The Eastern Shore Art Center is worth a visit, along with the Lyons Share Framers and Gallery, Nall Art Gallery and Windmill Market. Alabama native and Salvador Dali protégé Nall is one of the town’s—if not the state’s—most eccentric and flamboyant characters. His artworks feature flowers such as camellias and irises—with some touches of Dali-style surrealism—all with elaborate mosaic frames. 

From downtown, hang a left at the public fishing pier and follow the bike trail three miles south along the bay to the Grand Hotel, established in 1847 in Point Clear. Well-dressed children run around the front lawn playing croquet and climbing oak trees while their parents sip cocktails on the patio. Every day at 4 p.m., the hotel serves complimentary tea and cookies before the ceremonial firing of the cannon on Mobile Bay. The historic property features two premier golf courses and one of the best spa facilities in the Southeast. 

Just past the Grand Hotel is the boardwalk, a two-mile stretch of million-dollar summer homes where wealthy Mobile families have retreated for over 100 years. 


Locals enjoy live music in the open-air courtyard outside Panini Pete’s (THE ALABAMA TOURISM DEPT)

You can get your fill of fresh seafood at a multitude of restaurants around town. There are casual places like Wintzell’s, where you can slurp oysters or scarf down po’ boys, and fine-dining establishments like The Fairhope Inn and Camellia Café for specialty local dishes like snapper “hoppin’ john,” shrimp sardou, sautéed redfish and seared scallops with spaghetti squash.

Just be sure to time dinner so you don’t miss the sunset. Walk out on the pier or set yourself down on the bluff and take in the spectacular, ever-changing colors of Mobile Bay.  


Get Set… Go!

Fairhope offers plenty to do throughout the year—from arts and film festivals to boutique shopping to gallery hopping. cofairhope.combeautifulfairhope.com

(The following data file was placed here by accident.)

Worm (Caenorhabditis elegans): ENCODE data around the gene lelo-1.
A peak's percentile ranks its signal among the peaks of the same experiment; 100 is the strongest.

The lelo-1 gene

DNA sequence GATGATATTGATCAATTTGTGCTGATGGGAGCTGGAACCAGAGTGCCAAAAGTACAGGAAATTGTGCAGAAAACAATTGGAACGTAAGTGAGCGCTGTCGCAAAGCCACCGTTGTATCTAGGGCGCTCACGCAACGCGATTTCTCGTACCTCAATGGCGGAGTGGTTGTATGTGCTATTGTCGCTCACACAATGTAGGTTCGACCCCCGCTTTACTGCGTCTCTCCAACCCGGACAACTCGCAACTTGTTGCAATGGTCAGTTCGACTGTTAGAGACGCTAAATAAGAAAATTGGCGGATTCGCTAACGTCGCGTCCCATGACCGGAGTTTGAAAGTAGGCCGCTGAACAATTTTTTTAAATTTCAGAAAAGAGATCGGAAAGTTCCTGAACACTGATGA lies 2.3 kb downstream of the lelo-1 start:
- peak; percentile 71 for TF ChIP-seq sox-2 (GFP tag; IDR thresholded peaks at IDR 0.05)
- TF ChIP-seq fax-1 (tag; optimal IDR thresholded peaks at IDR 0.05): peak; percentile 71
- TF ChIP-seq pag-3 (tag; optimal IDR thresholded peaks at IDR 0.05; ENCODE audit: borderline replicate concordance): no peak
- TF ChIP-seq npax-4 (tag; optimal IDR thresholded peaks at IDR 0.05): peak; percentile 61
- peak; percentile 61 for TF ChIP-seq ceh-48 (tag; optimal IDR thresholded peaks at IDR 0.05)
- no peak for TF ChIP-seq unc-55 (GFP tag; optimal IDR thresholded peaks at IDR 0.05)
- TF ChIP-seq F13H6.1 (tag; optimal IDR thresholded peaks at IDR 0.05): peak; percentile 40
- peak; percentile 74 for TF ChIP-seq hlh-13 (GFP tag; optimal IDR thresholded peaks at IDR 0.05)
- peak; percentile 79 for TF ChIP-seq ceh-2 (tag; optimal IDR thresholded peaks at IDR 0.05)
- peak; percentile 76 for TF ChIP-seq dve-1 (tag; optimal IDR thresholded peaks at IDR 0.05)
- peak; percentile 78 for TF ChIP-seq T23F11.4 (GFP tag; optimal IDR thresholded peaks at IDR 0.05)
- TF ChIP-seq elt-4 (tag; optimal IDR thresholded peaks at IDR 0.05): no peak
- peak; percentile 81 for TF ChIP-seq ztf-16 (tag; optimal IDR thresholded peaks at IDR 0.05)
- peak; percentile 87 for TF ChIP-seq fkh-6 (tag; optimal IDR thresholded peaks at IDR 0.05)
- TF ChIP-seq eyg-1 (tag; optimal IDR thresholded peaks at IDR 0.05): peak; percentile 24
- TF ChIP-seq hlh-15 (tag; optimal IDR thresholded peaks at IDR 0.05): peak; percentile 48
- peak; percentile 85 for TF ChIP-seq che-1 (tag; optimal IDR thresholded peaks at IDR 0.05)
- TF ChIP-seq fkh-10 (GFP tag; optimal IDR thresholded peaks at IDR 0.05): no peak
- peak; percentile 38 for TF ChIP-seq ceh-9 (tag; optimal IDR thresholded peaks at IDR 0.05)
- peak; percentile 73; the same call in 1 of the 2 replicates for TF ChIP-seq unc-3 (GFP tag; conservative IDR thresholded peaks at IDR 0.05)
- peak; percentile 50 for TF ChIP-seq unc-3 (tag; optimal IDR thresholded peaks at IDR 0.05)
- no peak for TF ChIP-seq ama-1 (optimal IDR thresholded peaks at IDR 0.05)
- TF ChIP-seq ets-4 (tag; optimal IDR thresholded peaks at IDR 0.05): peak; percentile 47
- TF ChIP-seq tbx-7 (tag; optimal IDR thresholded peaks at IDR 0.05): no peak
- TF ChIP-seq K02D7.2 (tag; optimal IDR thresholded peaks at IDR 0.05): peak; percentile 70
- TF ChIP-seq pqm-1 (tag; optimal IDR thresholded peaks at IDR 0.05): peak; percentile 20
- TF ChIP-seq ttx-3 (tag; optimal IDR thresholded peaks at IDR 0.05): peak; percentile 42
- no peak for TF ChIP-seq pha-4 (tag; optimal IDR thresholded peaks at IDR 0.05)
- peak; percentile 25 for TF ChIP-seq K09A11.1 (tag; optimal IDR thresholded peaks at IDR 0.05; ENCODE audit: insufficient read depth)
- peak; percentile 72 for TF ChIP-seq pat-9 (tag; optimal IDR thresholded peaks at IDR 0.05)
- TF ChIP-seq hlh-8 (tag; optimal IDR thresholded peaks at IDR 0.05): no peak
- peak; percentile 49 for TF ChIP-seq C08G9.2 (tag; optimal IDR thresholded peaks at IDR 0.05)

Fairhope’s Festivals 
Downtown Fairhope is lively year-round, with a major arts festival every spring, a film festival in the fall and a huge fireworks display for the Fourth of July. The city also celebrates a family friendly version of Mardi Gras. eschamber.com

Ain’t Life Grand
The historic Grand Hotel is a four-star resort on Mobile Bay. Even if you’re not staying on property, visitors are welcome to enjoy the spa and restaurants. And be sure to check out the decadent Sunday jazz brunch. marriottgrand.com

Day Trippin’
The sugar-sand shores of Orange Beach are less than an hour away. Historic Mobile is also a worthy destination, with the USS Alabama battleship, a Mardi Gras museum, Bellingrath Gardens and GulfQuest, a maritime museum. alabama.travel

In Full Bloom                                                                                                                                  
Fairhope even promises a rose garden, with 2,000 rose bushes surrounding the fountain by the quarter-mile-long fishing pier. Fairhope’s numerous flowerbeds, including its iconic 30-foot floral clock, are changed every six to eight weeks.